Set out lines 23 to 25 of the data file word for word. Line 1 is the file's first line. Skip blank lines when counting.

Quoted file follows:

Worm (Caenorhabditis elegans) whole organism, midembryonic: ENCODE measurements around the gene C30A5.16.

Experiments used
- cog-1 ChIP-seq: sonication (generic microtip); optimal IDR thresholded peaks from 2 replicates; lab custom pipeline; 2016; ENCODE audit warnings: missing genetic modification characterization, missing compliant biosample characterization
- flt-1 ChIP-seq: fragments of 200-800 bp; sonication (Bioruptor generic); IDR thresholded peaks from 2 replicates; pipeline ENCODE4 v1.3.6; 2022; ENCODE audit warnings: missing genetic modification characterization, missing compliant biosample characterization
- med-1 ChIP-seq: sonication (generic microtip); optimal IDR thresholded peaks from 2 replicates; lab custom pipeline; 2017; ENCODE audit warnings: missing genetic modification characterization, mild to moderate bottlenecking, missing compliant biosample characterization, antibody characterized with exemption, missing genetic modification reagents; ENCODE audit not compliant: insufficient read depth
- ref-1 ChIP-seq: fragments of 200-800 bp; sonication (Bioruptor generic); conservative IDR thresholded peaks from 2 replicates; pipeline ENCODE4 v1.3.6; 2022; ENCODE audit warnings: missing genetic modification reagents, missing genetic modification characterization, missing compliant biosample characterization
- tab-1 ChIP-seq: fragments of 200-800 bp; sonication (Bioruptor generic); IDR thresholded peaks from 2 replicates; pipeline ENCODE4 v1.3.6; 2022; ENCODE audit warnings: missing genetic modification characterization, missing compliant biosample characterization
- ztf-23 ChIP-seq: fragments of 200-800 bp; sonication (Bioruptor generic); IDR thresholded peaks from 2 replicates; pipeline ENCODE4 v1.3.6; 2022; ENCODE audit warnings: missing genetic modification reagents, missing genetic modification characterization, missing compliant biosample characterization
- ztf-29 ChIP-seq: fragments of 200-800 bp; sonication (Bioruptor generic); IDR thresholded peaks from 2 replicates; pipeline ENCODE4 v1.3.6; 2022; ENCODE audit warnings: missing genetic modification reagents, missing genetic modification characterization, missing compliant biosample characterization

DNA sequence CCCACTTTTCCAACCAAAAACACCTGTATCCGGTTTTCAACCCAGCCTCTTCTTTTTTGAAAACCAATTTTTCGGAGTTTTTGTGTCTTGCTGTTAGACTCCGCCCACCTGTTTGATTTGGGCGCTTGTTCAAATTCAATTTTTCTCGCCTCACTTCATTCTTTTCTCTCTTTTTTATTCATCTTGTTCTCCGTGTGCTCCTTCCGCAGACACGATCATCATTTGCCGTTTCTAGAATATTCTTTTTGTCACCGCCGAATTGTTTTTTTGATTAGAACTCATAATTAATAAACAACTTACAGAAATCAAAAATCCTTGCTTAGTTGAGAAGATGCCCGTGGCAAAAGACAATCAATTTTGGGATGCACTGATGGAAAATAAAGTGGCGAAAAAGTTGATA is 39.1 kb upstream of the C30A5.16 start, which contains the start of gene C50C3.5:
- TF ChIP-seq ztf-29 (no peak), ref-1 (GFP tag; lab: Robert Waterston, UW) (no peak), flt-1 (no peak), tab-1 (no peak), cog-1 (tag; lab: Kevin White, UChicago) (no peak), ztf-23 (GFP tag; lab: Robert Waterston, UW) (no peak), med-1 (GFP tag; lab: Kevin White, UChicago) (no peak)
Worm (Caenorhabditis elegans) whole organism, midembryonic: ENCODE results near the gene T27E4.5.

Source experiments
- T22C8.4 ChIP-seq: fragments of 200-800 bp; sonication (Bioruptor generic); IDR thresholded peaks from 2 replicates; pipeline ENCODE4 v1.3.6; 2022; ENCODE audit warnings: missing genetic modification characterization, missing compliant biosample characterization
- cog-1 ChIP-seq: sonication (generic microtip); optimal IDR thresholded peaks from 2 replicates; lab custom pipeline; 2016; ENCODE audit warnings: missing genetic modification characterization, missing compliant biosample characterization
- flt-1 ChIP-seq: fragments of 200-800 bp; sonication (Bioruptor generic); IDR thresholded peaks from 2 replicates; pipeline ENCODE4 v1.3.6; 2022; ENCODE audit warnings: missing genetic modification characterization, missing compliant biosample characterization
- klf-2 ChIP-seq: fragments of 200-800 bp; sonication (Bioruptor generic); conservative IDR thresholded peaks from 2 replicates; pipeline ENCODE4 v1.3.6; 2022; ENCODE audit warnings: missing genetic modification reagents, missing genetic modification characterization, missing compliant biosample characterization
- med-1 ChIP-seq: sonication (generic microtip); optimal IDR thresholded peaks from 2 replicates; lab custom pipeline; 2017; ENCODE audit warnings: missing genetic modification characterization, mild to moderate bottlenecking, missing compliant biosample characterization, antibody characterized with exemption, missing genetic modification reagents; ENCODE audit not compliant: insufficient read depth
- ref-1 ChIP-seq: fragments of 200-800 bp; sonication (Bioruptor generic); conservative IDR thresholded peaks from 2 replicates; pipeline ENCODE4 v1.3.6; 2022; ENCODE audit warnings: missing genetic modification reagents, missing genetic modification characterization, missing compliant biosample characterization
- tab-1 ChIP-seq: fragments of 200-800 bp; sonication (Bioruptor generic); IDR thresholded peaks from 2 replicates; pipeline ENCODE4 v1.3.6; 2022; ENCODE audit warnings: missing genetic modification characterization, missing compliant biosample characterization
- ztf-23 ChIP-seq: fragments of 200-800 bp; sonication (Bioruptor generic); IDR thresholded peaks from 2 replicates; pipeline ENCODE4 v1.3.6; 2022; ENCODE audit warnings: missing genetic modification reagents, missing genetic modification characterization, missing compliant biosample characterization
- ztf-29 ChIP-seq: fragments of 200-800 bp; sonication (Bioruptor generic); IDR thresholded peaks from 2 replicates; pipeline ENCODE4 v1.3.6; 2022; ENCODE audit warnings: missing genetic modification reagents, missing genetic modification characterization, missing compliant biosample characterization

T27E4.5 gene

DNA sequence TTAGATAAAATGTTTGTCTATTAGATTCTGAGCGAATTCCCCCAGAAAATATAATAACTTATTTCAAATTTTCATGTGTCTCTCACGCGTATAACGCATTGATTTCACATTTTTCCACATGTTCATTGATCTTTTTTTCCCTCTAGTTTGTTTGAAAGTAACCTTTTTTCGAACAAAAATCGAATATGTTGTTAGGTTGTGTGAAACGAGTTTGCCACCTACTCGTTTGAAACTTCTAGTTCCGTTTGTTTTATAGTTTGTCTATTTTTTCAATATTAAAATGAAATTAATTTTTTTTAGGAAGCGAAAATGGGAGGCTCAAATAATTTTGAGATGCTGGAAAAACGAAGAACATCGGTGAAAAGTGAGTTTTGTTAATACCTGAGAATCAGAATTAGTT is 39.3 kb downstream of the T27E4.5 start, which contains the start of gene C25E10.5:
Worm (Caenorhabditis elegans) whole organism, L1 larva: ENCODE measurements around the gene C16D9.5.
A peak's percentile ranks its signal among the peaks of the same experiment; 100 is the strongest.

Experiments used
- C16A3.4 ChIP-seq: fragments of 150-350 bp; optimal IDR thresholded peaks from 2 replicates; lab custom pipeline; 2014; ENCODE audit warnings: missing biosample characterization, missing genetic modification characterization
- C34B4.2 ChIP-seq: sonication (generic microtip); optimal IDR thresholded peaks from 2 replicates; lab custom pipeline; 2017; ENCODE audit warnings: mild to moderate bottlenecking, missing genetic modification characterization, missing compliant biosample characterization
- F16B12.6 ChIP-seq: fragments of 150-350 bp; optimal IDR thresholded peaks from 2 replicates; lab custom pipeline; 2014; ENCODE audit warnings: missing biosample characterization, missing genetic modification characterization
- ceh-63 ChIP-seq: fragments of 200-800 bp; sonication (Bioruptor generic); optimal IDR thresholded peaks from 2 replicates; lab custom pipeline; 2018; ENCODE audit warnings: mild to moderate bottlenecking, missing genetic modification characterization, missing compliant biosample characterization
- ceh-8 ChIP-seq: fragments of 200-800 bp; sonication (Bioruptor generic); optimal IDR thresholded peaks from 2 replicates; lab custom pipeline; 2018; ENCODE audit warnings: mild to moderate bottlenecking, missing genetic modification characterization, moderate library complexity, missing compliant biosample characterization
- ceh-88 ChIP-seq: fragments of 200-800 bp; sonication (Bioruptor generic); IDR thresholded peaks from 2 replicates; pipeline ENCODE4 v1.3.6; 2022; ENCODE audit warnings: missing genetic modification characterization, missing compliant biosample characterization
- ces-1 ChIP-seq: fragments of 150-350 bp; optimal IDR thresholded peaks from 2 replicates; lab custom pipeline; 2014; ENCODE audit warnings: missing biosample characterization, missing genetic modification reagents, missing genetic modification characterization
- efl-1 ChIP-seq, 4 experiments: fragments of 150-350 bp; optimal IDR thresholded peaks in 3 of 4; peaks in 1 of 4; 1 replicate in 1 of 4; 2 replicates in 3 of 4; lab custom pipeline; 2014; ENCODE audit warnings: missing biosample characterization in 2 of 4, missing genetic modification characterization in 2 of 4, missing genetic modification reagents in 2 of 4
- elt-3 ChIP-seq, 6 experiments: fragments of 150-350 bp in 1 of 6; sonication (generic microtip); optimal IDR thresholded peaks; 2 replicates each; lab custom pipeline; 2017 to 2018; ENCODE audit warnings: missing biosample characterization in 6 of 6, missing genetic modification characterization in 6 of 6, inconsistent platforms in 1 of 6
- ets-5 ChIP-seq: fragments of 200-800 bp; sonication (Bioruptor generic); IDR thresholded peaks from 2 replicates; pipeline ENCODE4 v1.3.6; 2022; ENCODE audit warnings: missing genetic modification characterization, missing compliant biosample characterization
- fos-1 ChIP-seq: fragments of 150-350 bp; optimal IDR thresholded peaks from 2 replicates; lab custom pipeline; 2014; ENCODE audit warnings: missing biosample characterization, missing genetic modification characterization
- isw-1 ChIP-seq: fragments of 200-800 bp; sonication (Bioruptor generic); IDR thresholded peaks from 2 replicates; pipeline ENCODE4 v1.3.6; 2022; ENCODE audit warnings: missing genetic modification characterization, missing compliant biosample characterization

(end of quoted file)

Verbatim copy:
T27E4.5 gene

DNA sequence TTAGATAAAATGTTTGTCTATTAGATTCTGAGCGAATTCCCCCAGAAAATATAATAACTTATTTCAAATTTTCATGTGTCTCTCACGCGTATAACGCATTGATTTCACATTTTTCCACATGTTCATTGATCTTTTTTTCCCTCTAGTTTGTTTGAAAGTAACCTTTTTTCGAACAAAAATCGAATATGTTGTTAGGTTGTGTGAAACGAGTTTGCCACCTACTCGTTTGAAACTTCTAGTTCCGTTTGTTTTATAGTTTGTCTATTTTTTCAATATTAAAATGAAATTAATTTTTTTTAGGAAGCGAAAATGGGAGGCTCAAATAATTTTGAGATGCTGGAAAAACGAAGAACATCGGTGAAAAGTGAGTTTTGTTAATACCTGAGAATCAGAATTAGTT is 39.3 kb downstream of the T27E4.5 start, which contains the start of gene C25E10.5:
Worm (Caenorhabditis elegans) whole organism, L1 larva: ENCODE measurements around the gene C16D9.5.